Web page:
Art Pottery, Politics and Food
Tuesday, May 18, 2004

Lot 1133-Black Iris Glaze with Copper and Silver Mounts

Slim art pottery and food material on this here pitiful excuse for a blog in my dampened obsession with the doomed neoconservoimperialists.
While an occasional reader might imagine I’ve stopped eating and lusting after expensive pottery, I haven’t, sweetie.
Since its arrival late yesterday afternoon, I’ve been deep within the catalogue for the Cincinnati Art Galleries 15th annual spring sale of Rookwood and other American and European Pottery and Art Glass.
This year’s edition of the always-superb catalogue has an equally fine on line version and I would recommend a quick peek before these items appear on Ebay.
Lot 1133, with a presale estimate of $125,000 to $150,000, seems a likely contender to break the CAG’s highest recorded sale of $198,000.
I found it interesting, from a careful reading of the catalogue’s quirky and always enjoyable text, that Gallery Director and Antiques Roadshow appraiser Riley Hummler is slowing drifting to the conclusion that the “anomalous” or “esoteric” marks found on Rookwood dated 1930 and 1931 were meant to symbolize the pottery’s 50th anniversary.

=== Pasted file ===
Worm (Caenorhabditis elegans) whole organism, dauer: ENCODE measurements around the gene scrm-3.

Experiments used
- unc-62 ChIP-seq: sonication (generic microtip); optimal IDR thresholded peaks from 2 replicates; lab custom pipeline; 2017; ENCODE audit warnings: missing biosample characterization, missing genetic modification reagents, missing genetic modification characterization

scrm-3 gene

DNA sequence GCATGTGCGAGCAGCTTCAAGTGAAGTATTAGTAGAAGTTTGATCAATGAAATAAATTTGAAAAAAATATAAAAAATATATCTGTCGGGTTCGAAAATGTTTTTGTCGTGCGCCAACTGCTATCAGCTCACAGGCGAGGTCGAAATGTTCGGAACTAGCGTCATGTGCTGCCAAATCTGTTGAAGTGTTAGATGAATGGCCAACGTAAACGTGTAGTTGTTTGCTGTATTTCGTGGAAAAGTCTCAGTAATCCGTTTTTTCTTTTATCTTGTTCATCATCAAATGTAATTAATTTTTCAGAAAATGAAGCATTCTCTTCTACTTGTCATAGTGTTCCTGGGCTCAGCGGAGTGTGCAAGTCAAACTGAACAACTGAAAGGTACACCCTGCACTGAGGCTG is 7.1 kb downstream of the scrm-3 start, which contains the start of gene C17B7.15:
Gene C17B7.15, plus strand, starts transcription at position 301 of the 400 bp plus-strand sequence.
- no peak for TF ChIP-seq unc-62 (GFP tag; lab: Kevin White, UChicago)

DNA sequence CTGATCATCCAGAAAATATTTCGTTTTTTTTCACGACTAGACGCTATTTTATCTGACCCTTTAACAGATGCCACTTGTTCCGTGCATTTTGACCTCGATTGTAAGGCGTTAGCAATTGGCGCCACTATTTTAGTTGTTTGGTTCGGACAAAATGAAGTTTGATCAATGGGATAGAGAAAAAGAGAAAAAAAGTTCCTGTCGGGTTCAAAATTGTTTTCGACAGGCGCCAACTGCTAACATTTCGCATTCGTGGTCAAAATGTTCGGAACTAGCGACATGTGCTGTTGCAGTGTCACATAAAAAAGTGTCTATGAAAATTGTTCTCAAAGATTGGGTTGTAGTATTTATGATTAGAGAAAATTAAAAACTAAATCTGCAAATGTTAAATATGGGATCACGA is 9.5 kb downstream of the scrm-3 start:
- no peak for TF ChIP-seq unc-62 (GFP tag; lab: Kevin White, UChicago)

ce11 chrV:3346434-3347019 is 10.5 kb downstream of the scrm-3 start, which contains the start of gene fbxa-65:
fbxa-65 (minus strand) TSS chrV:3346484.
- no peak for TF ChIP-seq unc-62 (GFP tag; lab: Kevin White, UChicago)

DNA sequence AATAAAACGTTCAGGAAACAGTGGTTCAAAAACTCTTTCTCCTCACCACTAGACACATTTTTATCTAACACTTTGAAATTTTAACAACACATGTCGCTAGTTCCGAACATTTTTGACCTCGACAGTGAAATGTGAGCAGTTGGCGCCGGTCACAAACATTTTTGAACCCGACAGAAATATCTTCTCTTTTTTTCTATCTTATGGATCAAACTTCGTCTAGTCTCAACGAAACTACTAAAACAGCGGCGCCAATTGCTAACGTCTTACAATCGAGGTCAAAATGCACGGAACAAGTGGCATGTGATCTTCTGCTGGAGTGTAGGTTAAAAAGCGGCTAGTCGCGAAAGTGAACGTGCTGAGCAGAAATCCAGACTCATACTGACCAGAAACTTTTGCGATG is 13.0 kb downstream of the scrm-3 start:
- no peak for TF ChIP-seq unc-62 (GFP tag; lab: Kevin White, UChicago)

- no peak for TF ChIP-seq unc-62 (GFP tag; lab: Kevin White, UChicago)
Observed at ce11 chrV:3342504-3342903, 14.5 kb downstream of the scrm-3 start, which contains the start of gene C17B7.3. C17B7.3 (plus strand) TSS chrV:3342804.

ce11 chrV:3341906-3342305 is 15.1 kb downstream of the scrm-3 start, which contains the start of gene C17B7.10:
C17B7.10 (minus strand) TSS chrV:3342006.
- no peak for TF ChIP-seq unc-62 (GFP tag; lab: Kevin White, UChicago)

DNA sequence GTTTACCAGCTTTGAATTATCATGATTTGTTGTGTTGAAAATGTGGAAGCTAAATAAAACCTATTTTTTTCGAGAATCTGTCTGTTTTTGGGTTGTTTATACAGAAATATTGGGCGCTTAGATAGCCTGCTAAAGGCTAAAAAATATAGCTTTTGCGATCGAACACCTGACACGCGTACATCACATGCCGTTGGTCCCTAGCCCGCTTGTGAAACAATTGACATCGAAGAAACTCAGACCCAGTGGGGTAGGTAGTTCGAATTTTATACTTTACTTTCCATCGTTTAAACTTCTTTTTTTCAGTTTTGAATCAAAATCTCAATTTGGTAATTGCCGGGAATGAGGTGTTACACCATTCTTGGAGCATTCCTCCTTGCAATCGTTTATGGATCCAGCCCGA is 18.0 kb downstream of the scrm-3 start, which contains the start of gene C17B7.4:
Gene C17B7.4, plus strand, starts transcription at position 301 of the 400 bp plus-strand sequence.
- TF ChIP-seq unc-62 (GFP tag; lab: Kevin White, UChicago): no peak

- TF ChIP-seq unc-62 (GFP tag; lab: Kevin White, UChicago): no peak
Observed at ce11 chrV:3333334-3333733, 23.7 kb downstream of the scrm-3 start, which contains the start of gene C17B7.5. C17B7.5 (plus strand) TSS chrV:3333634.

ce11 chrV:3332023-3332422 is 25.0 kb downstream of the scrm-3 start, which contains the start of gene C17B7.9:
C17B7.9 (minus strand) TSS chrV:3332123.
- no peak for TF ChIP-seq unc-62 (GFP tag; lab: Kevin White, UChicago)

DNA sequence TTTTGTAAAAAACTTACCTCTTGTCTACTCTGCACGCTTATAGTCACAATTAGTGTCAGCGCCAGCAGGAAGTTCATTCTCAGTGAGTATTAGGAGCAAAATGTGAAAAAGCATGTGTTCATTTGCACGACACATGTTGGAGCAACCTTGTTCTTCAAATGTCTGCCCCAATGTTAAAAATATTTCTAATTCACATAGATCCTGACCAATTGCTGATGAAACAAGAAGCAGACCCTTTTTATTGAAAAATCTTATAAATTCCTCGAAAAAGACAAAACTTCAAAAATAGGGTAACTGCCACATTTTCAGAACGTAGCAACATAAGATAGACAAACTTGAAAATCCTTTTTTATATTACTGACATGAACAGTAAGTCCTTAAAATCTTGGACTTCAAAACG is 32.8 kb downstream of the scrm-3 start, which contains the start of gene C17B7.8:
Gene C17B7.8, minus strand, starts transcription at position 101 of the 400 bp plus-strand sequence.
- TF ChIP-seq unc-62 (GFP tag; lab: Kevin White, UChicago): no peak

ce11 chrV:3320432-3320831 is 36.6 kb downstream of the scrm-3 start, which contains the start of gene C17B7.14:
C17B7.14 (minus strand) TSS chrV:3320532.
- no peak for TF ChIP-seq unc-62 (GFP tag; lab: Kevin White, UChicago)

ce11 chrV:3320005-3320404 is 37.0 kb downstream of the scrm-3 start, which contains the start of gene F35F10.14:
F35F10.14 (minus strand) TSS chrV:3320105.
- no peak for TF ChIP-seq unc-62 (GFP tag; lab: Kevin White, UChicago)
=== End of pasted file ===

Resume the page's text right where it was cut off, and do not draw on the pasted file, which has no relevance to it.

From the text regarding Lot 1256:

Marks include the pottery logo, shape 2523, the date and an esoteric mark, perhaps connotative of Rookwood’s Fiftieth Anniversary.

I wonder what, if anything, will finally make the Rookwood establishment recognize the “anomalous mark” and its likely origin in the stucco pattern on the exterior walls of the Mount Adam’s pottery?
Sometimes, when one subjects an object to close scrutiny, the obvious gets lost in the detail.

Scroll to November 4, 2003 for my post on the CAG's Winter Sale.

Scroll to March 25, 2003 for a post on the "anomalous mark" and a photo of the Rookwood Pottery's stucco.

Image: Cincinnati Art Galleries, LLC
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